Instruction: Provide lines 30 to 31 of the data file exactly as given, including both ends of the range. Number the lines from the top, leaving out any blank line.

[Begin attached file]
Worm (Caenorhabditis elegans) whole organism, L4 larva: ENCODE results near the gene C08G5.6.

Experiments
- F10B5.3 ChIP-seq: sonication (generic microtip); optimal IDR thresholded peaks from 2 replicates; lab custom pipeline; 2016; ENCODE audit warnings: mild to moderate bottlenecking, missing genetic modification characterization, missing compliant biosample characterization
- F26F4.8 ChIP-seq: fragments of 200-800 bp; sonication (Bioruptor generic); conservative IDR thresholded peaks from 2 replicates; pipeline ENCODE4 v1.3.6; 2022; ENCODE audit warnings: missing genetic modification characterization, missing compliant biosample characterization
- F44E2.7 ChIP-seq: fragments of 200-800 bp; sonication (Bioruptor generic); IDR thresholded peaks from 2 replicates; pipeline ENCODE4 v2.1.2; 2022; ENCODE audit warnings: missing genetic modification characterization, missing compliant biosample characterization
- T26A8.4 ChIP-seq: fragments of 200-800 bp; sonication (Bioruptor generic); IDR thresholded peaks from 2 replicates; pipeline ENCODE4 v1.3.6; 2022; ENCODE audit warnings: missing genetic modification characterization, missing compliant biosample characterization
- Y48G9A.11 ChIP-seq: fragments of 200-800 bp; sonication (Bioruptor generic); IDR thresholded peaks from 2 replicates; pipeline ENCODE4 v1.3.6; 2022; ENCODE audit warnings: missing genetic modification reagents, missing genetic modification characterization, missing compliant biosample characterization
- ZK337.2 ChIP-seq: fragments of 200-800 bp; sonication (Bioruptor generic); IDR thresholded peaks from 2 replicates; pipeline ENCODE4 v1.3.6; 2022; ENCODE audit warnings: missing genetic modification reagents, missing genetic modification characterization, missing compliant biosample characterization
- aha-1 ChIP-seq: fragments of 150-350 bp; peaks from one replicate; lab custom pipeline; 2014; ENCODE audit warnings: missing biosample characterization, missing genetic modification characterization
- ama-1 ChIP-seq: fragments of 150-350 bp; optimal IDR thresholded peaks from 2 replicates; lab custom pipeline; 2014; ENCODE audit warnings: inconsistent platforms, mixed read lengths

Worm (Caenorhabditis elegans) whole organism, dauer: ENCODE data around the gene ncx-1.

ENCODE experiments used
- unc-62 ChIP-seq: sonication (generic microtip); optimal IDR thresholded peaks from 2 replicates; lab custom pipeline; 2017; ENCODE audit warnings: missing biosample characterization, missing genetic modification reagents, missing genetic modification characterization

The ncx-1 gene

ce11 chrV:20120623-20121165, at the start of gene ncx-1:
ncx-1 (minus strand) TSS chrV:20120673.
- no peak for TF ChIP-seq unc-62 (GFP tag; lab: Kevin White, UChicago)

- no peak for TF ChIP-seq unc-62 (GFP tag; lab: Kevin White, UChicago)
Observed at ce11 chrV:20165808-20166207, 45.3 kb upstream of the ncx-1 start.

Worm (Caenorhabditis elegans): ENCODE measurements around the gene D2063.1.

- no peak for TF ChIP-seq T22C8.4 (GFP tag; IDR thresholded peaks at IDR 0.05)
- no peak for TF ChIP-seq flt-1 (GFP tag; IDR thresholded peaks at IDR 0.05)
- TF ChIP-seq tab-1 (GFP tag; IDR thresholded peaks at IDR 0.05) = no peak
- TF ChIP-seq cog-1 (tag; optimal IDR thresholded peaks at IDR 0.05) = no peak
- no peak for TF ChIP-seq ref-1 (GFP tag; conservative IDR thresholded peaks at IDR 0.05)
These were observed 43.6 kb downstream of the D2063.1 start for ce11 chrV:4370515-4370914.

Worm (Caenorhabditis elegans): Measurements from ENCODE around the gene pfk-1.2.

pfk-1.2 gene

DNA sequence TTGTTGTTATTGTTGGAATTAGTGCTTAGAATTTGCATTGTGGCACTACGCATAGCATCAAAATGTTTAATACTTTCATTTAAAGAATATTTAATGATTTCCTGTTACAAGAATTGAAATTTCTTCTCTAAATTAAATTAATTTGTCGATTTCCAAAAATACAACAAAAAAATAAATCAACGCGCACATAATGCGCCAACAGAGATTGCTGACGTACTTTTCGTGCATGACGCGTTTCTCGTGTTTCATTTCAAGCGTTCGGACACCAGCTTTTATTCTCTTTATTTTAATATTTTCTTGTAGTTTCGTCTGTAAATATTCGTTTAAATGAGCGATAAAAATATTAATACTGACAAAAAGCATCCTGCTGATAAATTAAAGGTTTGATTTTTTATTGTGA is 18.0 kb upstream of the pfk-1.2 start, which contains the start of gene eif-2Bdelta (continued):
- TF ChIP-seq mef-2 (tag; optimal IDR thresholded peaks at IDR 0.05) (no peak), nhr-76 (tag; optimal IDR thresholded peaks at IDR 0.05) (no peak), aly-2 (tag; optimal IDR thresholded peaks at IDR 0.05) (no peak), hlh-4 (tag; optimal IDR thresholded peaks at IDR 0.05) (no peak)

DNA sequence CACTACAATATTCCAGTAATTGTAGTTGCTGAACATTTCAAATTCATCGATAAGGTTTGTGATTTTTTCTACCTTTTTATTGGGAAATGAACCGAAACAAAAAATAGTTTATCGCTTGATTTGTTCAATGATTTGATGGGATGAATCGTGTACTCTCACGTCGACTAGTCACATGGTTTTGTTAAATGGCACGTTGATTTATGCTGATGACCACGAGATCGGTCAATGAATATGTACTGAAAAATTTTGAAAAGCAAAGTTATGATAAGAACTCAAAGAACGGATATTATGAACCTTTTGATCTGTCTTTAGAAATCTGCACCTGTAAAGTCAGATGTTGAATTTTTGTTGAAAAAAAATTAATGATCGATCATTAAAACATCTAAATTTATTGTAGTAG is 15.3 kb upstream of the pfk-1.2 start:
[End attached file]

- TF ChIP-seq mef-2 (tag; optimal IDR thresholded peaks at IDR 0.05) (no peak), nhr-76 (tag; optimal IDR thresholded peaks at IDR 0.05) (no peak), aly-2 (tag; optimal IDR thresholded peaks at IDR 0.05) (no peak), hlh-4 (tag; optimal IDR thresholded peaks at IDR 0.05) (no peak)

DNA sequence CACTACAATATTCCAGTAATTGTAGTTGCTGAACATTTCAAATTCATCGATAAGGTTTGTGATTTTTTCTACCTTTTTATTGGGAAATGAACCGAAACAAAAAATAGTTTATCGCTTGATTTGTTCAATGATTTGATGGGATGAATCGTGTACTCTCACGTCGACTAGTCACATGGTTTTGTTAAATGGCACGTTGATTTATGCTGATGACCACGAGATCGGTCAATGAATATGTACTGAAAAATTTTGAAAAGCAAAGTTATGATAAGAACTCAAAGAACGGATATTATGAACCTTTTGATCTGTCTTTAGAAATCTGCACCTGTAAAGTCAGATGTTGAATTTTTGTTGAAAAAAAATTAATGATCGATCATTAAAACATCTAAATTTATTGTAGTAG is 15.3 kb upstream of the pfk-1.2 start: